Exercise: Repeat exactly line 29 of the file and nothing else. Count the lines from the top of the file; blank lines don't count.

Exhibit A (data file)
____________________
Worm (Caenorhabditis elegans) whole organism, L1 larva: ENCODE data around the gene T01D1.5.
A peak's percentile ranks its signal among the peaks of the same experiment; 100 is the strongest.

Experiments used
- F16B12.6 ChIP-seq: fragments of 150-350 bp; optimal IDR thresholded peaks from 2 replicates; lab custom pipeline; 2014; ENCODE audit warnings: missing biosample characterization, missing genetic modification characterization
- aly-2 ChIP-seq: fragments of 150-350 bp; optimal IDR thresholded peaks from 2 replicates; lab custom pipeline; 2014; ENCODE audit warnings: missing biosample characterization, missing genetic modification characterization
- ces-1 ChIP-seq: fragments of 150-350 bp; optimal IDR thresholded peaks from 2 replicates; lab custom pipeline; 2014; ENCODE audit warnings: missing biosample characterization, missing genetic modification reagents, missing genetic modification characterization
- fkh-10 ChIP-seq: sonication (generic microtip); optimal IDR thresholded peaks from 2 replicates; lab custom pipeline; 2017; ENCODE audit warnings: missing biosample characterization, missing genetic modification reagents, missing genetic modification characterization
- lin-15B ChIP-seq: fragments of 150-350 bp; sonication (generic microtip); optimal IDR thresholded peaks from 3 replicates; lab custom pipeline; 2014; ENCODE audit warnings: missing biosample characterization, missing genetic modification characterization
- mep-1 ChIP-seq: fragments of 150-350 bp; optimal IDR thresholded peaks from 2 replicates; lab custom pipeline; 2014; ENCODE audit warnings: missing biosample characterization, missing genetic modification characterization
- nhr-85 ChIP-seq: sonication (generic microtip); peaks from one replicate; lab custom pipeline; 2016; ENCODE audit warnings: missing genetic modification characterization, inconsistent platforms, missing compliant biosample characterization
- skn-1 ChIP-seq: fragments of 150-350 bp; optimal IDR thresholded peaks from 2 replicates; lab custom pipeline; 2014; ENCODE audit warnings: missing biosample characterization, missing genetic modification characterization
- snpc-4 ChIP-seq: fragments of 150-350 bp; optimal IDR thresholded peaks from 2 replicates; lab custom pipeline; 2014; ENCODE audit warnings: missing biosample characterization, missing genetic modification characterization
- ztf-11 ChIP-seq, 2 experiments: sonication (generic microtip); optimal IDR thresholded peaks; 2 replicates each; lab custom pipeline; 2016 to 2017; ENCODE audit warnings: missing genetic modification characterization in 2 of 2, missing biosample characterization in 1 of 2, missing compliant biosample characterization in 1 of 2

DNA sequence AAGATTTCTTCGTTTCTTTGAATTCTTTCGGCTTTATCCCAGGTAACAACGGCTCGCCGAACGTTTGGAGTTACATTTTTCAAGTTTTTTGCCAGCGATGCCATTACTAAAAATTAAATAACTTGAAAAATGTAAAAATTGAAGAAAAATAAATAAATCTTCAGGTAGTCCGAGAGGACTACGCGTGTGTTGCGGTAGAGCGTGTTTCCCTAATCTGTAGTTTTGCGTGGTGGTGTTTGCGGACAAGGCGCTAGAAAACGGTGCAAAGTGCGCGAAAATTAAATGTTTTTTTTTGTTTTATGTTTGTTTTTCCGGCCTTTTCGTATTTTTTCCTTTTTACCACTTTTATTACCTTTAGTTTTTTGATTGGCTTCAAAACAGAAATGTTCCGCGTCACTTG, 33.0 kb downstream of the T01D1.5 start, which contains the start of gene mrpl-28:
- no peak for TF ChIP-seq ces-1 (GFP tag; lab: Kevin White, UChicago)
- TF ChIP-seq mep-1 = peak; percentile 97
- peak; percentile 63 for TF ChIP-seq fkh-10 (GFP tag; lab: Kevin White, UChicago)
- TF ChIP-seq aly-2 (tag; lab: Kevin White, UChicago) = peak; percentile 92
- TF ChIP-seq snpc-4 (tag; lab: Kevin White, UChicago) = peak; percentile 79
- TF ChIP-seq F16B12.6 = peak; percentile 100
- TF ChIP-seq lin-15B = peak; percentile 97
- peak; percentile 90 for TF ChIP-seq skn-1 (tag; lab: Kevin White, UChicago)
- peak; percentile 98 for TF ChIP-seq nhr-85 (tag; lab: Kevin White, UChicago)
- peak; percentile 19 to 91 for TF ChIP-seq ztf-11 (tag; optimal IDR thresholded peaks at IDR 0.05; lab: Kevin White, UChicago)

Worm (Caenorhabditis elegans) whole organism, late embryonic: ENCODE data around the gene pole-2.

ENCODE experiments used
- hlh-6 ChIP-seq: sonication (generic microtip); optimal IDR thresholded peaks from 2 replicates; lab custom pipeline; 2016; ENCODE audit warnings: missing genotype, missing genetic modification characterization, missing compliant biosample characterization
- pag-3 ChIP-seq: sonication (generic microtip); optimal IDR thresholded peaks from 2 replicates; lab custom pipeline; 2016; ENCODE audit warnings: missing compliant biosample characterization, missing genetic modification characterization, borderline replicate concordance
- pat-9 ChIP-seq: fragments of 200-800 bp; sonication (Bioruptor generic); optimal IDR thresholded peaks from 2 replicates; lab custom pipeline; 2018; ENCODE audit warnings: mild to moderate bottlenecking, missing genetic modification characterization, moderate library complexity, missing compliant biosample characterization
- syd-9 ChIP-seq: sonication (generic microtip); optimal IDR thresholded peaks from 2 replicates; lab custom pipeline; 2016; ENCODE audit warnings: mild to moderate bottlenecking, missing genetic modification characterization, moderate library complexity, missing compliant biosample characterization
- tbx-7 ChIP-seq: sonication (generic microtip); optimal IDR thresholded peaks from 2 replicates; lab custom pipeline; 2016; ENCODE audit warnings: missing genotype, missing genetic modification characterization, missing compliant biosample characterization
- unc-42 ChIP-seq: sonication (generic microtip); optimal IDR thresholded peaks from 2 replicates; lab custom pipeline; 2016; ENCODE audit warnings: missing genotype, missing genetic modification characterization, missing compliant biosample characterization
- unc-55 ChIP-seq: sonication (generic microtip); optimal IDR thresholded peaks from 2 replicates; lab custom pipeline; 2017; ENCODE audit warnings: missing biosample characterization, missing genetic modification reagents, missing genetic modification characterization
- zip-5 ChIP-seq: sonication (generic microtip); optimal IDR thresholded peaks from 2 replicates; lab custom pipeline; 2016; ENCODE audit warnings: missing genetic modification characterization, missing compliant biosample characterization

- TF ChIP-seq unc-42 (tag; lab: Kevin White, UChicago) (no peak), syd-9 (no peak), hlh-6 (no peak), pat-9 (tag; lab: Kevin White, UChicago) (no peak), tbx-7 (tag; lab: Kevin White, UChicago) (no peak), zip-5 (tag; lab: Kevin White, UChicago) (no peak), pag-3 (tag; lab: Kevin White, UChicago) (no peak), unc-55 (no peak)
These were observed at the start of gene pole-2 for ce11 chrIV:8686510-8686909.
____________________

- pat-9 ChIP-seq: fragments of 200-800 bp; sonication (Bioruptor generic); optimal IDR thresholded peaks from 2 replicates; lab custom pipeline; 2018; ENCODE audit warnings: mild to moderate bottlenecking, missing genetic modification characterization, moderate library complexity, missing compliant biosample characterization